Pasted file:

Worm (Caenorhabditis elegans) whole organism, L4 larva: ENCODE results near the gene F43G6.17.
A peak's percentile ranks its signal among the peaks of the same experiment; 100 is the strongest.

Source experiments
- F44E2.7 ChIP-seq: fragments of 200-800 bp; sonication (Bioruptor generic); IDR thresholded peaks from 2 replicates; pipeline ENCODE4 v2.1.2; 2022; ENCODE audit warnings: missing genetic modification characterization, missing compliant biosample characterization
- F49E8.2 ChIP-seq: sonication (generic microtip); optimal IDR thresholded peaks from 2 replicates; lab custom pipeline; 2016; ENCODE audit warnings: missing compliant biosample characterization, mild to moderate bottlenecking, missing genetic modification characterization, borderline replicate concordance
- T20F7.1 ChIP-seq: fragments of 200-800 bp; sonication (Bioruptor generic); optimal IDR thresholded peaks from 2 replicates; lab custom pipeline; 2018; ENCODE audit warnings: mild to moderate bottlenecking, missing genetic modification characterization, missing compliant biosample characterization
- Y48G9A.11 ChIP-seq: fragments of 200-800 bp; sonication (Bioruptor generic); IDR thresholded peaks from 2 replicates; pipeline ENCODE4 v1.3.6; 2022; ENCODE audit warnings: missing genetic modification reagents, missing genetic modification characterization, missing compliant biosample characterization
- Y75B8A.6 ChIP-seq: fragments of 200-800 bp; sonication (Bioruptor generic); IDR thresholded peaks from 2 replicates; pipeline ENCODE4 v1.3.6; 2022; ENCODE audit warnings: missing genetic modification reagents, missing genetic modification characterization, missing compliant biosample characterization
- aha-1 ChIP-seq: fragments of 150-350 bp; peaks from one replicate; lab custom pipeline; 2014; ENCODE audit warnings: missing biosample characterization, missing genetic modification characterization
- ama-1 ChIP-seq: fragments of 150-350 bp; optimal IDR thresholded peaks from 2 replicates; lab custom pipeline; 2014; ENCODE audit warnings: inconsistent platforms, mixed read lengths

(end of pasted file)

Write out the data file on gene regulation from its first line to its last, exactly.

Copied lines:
Worm (Caenorhabditis elegans) whole organism, L4 larva: ENCODE results near the gene F43G6.17.
A peak's percentile ranks its signal among the peaks of the same experiment; 100 is the strongest.

Source experiments
- F44E2.7 ChIP-seq: fragments of 200-800 bp; sonication (Bioruptor generic); IDR thresholded peaks from 2 replicates; pipeline ENCODE4 v2.1.2; 2022; ENCODE audit warnings: missing genetic modification characterization, missing compliant biosample characterization
- F49E8.2 ChIP-seq: sonication (generic microtip); optimal IDR thresholded peaks from 2 replicates; lab custom pipeline; 2016; ENCODE audit warnings: missing compliant biosample characterization, mild to moderate bottlenecking, missing genetic modification characterization, borderline replicate concordance
- T20F7.1 ChIP-seq: fragments of 200-800 bp; sonication (Bioruptor generic); optimal IDR thresholded peaks from 2 replicates; lab custom pipeline; 2018; ENCODE audit warnings: mild to moderate bottlenecking, missing genetic modification characterization, missing compliant biosample characterization
- Y48G9A.11 ChIP-seq: fragments of 200-800 bp; sonication (Bioruptor generic); IDR thresholded peaks from 2 replicates; pipeline ENCODE4 v1.3.6; 2022; ENCODE audit warnings: missing genetic modification reagents, missing genetic modification characterization, missing compliant biosample characterization
- Y75B8A.6 ChIP-seq: fragments of 200-800 bp; sonication (Bioruptor generic); IDR thresholded peaks from 2 replicates; pipeline ENCODE4 v1.3.6; 2022; ENCODE audit warnings: missing genetic modification reagents, missing genetic modification characterization, missing compliant biosample characterization
- aha-1 ChIP-seq: fragments of 150-350 bp; peaks from one replicate; lab custom pipeline; 2014; ENCODE audit warnings: missing biosample characterization, missing genetic modification characterization
- ama-1 ChIP-seq: fragments of 150-350 bp; optimal IDR thresholded peaks from 2 replicates; lab custom pipeline; 2014; ENCODE audit warnings: inconsistent platforms, mixed read lengths